On a related note, be humble enough to solicit and accept feedback, but don’t feel like you need to submit your work to a committee. Relying on a few trusted and qualified critique partners, who are passionate about your story, is sufficient.

Thank you, Katie!! Readers, I am well on my way in Downburst and I can tell you–this is a high quality book. Stay tuned for my review, coming in a few days!

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Author Interview: James Lawless

James LawlessHow did you come up with the idea for this book?

It was during the time of the Celtic tiger that the idea of the novel was hatched. Money was plentiful, capitalism was all devouring and with it, its rampant corruption. There was no opposition to it socialism in the bad books.
There are three main strands running through it. Firstly, it may be read as a poignant love story — Anna is a ballerina with whom the main protagonist, the university student, Guido van Thool, falls in love. But Anna is also an acronym for Anarchists of the New Age, which brings us to the second dimension of the novel as an ideological story positing ideas in the mind of the philosophy student Guido, in the wake of the collapse of Russian communism and the dilution of politics, on what alternatives there are to the all-devouring monolith of corporate capitalism. Anna wants to steer Guido away from this sort of ‘dangerous’ thinking, but his friend, the anarchist Philippe, keeps goading him. Paralleling the lives of the lovers is that of a corrupt judge, Jeremiah Delahyde (the third strand) who literally crashes into the world of Guido and Anna on a fatal New Year’s night.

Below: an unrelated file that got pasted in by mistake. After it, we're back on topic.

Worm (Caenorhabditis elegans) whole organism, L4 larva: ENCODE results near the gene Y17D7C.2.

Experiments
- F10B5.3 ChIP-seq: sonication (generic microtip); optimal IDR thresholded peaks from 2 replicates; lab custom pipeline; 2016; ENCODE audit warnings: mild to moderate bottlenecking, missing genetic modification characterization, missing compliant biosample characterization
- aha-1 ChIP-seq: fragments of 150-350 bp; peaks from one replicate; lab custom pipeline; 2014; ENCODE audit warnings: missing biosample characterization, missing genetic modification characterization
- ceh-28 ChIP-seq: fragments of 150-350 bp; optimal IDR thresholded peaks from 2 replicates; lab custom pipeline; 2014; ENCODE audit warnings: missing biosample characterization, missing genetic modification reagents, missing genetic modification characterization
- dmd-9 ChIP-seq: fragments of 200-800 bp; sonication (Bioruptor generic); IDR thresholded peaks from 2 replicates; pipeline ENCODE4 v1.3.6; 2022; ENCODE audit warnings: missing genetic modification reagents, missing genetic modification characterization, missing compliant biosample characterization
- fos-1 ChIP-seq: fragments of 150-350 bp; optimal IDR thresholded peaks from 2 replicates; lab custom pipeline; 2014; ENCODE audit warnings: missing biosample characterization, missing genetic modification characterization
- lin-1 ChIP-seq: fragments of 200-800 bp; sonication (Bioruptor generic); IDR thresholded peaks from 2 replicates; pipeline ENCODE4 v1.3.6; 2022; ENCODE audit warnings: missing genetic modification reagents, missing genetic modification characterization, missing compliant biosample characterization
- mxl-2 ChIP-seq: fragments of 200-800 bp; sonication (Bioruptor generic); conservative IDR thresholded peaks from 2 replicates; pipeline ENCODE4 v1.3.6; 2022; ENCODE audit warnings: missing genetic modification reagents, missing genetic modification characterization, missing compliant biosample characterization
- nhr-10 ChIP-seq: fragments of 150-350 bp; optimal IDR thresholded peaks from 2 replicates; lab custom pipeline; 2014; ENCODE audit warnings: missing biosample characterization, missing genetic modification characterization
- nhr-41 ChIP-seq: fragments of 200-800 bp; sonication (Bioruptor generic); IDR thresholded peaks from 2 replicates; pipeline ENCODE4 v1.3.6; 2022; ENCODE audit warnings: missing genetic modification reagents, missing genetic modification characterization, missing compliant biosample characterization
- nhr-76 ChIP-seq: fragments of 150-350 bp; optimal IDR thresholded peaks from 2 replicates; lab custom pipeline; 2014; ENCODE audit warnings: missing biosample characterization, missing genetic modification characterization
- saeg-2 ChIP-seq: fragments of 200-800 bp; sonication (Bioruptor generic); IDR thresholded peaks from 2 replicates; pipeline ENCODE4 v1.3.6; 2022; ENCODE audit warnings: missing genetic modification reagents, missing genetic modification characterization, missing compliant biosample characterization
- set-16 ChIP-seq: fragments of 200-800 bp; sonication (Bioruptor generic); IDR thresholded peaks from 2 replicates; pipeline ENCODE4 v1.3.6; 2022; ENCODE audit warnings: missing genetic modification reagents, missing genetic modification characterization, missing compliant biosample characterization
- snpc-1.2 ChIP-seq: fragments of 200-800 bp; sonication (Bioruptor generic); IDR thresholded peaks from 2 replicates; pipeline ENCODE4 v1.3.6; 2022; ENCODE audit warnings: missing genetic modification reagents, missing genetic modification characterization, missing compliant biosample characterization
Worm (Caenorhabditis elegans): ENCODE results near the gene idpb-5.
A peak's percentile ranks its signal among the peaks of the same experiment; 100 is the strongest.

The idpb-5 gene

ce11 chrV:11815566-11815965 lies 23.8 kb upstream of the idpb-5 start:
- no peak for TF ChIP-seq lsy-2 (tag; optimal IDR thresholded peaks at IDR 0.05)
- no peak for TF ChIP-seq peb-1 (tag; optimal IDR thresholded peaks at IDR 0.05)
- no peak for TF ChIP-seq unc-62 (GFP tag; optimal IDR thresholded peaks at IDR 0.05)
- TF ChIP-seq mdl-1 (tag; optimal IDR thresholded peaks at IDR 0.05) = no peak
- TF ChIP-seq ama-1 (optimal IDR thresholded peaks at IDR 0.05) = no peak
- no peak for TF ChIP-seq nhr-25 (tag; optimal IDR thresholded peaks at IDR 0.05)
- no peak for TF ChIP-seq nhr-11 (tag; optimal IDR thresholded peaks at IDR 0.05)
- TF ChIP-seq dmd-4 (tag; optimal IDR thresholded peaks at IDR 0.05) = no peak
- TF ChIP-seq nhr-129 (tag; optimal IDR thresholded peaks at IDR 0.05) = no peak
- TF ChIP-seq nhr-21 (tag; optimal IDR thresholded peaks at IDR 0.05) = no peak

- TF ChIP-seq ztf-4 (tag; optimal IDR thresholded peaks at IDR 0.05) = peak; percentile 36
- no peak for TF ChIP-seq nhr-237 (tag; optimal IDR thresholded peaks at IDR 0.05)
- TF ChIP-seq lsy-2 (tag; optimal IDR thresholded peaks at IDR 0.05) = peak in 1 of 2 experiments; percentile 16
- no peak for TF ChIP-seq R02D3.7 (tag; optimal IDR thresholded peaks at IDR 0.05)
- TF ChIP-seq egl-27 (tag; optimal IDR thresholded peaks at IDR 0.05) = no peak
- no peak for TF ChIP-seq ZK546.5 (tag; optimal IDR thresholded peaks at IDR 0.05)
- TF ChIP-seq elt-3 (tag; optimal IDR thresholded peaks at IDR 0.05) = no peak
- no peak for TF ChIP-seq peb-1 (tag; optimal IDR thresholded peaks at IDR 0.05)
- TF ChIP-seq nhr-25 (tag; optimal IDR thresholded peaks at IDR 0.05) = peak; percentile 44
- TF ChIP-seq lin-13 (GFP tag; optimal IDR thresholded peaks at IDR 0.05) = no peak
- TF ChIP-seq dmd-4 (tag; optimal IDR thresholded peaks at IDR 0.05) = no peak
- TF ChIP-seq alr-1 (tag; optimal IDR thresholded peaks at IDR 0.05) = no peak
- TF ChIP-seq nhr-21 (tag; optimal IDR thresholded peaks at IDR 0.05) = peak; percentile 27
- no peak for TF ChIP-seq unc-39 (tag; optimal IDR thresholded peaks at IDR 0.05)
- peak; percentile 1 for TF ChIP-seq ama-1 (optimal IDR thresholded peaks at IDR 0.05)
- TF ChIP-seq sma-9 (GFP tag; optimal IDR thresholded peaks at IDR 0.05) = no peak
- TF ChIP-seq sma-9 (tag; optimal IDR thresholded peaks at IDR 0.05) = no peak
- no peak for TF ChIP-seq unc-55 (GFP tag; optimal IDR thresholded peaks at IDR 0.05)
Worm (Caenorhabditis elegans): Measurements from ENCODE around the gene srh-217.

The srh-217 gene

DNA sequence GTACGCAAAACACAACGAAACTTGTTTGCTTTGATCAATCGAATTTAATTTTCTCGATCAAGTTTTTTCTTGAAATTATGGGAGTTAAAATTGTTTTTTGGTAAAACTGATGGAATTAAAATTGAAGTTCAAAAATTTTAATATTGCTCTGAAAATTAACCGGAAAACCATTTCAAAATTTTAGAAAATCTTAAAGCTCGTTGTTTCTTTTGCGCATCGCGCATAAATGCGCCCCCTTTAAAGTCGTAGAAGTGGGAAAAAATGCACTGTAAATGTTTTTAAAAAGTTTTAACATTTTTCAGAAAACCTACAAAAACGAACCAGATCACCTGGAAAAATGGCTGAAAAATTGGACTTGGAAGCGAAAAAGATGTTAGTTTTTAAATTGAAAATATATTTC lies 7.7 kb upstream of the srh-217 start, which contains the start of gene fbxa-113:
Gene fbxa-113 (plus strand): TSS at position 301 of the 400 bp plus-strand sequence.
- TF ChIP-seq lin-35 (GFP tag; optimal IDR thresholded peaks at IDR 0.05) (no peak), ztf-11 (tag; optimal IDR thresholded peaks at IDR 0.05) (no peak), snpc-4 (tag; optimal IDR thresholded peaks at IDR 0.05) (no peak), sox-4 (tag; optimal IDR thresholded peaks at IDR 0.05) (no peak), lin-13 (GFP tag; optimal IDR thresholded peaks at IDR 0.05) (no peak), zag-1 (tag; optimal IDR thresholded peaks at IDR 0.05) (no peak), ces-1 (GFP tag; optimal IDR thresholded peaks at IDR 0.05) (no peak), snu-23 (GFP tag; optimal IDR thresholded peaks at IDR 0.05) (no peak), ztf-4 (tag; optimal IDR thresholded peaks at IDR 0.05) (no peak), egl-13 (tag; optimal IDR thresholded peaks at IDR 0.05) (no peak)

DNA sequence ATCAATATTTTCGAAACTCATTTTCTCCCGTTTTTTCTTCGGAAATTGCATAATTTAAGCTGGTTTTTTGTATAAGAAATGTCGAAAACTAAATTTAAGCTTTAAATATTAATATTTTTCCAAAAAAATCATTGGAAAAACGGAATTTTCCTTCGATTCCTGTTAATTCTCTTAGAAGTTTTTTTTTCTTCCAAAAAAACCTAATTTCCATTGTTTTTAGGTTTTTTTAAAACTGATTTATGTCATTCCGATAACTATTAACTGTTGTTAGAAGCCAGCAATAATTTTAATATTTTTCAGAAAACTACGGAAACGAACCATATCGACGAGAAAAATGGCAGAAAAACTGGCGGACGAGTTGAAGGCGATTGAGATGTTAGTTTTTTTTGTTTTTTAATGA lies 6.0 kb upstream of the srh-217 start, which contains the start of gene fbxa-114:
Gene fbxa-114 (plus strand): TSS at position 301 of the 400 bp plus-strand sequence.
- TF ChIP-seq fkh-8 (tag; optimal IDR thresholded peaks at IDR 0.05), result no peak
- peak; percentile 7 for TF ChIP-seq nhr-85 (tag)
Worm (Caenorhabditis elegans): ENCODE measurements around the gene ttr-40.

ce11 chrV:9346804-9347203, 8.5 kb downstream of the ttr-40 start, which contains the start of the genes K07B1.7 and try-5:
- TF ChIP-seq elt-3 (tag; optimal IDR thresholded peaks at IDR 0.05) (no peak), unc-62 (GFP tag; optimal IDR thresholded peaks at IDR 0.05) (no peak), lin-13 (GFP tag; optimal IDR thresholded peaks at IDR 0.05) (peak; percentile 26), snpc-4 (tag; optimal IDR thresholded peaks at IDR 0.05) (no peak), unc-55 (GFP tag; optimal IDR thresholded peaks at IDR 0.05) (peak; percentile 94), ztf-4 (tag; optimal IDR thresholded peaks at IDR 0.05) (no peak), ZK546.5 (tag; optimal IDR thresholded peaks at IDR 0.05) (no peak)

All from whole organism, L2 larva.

Who is your favorite character?

Despite my liking for Guido, I have a soft spot for the judge. Some of my readers said that he is so bad and crazy they actually like him. Apart from the anarchism, he tells the novel from the other side, as it were.

Did you base any of your characters on real people?

Not really, except myself, of which they are all myriad parts.

Describe your writing process.For Love of Anna

I try to do a couple of hours most mornings. But if I get waylaid by emails and promos, I get frustrated with my day if it wasn’t spent creatively. I have a cottage in the mountains of west Cork with no internet and, when I can get down there, I am able to write.